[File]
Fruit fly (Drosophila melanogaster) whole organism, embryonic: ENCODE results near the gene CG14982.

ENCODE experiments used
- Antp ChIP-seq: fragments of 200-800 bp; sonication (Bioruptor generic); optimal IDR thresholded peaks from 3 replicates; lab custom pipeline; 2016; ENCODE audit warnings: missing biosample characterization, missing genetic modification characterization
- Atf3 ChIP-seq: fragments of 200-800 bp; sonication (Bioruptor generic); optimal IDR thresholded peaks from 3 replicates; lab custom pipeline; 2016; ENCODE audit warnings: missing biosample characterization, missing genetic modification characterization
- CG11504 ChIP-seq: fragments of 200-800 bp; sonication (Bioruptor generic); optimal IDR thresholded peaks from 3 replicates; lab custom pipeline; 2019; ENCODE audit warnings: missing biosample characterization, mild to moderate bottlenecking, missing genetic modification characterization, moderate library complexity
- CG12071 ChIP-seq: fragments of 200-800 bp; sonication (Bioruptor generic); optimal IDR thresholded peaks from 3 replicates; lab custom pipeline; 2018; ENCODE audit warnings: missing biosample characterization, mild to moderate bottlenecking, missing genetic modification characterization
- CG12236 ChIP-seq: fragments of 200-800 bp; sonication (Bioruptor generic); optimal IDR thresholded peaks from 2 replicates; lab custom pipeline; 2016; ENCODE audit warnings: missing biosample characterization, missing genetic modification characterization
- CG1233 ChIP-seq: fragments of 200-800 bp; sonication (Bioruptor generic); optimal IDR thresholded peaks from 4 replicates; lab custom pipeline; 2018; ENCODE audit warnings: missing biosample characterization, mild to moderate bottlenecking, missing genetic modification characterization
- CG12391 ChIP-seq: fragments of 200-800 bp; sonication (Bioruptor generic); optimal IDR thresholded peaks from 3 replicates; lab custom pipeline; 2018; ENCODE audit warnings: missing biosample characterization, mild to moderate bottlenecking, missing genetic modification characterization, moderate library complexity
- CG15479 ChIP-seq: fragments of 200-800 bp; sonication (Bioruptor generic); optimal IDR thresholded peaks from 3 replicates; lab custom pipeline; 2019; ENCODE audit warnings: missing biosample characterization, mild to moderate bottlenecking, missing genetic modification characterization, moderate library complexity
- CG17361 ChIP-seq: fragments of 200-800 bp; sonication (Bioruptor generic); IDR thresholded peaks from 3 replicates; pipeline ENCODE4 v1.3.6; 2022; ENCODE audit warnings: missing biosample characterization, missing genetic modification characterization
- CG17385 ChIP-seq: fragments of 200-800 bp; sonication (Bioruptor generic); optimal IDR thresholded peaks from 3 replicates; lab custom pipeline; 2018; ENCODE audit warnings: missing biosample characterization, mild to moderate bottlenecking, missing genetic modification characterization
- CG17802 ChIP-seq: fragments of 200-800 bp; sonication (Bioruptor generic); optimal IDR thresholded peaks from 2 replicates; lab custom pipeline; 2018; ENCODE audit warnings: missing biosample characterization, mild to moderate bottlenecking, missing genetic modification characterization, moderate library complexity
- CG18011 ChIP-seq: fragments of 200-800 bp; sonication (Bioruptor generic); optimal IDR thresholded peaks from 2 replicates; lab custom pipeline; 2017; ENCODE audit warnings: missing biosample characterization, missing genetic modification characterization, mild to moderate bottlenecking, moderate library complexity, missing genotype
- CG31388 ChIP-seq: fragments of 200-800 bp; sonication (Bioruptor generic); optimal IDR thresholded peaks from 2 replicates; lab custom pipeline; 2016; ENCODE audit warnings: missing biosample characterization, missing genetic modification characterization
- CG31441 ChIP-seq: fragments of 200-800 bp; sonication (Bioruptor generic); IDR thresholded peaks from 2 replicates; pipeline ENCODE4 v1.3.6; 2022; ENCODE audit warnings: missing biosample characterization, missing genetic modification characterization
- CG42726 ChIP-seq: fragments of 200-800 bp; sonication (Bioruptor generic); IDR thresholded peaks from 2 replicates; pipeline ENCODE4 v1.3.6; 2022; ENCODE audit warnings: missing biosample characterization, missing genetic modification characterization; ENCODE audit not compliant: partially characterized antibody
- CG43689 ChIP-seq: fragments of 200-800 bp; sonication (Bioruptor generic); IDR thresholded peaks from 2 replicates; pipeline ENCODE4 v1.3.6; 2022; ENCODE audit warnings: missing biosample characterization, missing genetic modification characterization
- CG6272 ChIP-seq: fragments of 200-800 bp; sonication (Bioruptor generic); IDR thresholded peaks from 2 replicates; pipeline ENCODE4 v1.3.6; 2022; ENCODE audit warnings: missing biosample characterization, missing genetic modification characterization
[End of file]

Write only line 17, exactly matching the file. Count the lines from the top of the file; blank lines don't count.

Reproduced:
- CG42726 ChIP-seq: fragments of 200-800 bp; sonication (Bioruptor generic); IDR thresholded peaks from 2 replicates; pipeline ENCODE4 v1.3.6; 2022; ENCODE audit warnings: missing biosample characterization, missing genetic modification characterization; ENCODE audit not compliant: partially characterized antibody